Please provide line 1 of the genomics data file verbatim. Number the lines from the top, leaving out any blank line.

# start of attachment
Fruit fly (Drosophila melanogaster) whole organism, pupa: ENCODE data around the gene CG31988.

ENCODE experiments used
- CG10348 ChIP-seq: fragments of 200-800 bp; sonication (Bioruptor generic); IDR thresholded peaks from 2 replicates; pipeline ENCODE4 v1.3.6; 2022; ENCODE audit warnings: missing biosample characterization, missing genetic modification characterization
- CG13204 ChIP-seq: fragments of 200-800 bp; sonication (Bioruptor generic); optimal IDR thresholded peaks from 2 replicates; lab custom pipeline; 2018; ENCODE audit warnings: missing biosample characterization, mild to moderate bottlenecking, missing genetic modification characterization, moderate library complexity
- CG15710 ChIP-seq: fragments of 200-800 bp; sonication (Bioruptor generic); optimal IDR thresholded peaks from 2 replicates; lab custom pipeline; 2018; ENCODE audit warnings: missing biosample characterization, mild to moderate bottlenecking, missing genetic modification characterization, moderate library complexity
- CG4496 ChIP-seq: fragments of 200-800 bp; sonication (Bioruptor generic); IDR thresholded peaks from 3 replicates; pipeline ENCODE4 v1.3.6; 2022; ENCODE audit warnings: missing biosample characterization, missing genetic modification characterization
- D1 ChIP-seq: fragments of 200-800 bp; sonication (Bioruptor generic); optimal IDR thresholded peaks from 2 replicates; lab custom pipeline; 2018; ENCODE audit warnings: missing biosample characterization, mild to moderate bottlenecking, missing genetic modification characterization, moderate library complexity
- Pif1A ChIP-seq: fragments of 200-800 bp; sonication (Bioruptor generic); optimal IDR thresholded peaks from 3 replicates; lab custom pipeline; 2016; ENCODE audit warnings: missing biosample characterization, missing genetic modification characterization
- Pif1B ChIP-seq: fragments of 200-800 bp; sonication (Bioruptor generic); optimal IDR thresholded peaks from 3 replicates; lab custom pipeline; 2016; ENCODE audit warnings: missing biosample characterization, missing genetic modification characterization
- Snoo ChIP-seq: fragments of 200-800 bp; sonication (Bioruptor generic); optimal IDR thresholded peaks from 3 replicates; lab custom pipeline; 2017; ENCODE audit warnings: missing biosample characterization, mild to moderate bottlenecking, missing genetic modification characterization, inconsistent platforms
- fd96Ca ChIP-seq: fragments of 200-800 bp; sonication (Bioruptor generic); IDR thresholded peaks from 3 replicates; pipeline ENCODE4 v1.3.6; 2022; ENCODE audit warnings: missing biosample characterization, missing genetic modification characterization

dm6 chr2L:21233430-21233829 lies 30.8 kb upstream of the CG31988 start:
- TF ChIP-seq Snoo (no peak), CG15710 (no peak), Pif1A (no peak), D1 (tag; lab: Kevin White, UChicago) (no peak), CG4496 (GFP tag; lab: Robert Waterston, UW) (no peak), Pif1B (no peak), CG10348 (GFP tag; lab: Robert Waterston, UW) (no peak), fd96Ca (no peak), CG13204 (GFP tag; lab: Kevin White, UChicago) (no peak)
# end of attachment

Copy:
Fruit fly (Drosophila melanogaster) whole organism, pupa: ENCODE data around the gene CG31988.